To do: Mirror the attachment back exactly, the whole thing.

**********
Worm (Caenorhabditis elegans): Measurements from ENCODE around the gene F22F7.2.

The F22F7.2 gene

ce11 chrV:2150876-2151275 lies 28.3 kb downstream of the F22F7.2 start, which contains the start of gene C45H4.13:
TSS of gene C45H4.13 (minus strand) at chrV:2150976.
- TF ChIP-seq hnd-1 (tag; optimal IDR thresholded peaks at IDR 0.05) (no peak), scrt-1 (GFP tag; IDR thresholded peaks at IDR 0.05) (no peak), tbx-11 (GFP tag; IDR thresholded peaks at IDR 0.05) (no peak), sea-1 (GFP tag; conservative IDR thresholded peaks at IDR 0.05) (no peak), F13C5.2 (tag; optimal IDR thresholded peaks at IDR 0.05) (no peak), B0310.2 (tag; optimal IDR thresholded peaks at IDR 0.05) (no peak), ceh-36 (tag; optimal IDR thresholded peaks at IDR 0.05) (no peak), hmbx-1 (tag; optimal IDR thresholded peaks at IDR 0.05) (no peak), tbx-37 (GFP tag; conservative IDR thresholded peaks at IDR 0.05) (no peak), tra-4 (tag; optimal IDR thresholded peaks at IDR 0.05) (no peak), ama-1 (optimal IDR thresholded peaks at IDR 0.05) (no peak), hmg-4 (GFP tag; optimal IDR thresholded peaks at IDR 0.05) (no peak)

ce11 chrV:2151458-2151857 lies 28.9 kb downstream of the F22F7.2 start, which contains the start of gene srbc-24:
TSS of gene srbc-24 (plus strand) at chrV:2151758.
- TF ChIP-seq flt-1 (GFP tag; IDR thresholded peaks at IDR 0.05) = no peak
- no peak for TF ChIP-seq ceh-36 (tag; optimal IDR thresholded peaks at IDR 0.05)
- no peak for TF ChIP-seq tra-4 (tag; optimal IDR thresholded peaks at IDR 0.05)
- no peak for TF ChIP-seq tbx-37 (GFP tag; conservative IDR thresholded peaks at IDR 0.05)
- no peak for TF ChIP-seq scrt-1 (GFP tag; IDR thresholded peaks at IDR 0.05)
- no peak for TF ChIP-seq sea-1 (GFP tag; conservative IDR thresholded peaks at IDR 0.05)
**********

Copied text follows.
Worm (Caenorhabditis elegans): Measurements from ENCODE around the gene F22F7.2.

The F22F7.2 gene

ce11 chrV:2150876-2151275 lies 28.3 kb downstream of the F22F7.2 start, which contains the start of gene C45H4.13:
TSS of gene C45H4.13 (minus strand) at chrV:2150976.
- TF ChIP-seq hnd-1 (tag; optimal IDR thresholded peaks at IDR 0.05) (no peak), scrt-1 (GFP tag; IDR thresholded peaks at IDR 0.05) (no peak), tbx-11 (GFP tag; IDR thresholded peaks at IDR 0.05) (no peak), sea-1 (GFP tag; conservative IDR thresholded peaks at IDR 0.05) (no peak), F13C5.2 (tag; optimal IDR thresholded peaks at IDR 0.05) (no peak), B0310.2 (tag; optimal IDR thresholded peaks at IDR 0.05) (no peak), ceh-36 (tag; optimal IDR thresholded peaks at IDR 0.05) (no peak), hmbx-1 (tag; optimal IDR thresholded peaks at IDR 0.05) (no peak), tbx-37 (GFP tag; conservative IDR thresholded peaks at IDR 0.05) (no peak), tra-4 (tag; optimal IDR thresholded peaks at IDR 0.05) (no peak), ama-1 (optimal IDR thresholded peaks at IDR 0.05) (no peak), hmg-4 (GFP tag; optimal IDR thresholded peaks at IDR 0.05) (no peak)

ce11 chrV:2151458-2151857 lies 28.9 kb downstream of the F22F7.2 start, which contains the start of gene srbc-24:
TSS of gene srbc-24 (plus strand) at chrV:2151758.
- TF ChIP-seq flt-1 (GFP tag; IDR thresholded peaks at IDR 0.05) = no peak
- no peak for TF ChIP-seq ceh-36 (tag; optimal IDR thresholded peaks at IDR 0.05)
- no peak for TF ChIP-seq tra-4 (tag; optimal IDR thresholded peaks at IDR 0.05)
- no peak for TF ChIP-seq tbx-37 (GFP tag; conservative IDR thresholded peaks at IDR 0.05)
- no peak for TF ChIP-seq scrt-1 (GFP tag; IDR thresholded peaks at IDR 0.05)
- no peak for TF ChIP-seq sea-1 (GFP tag; conservative IDR thresholded peaks at IDR 0.05)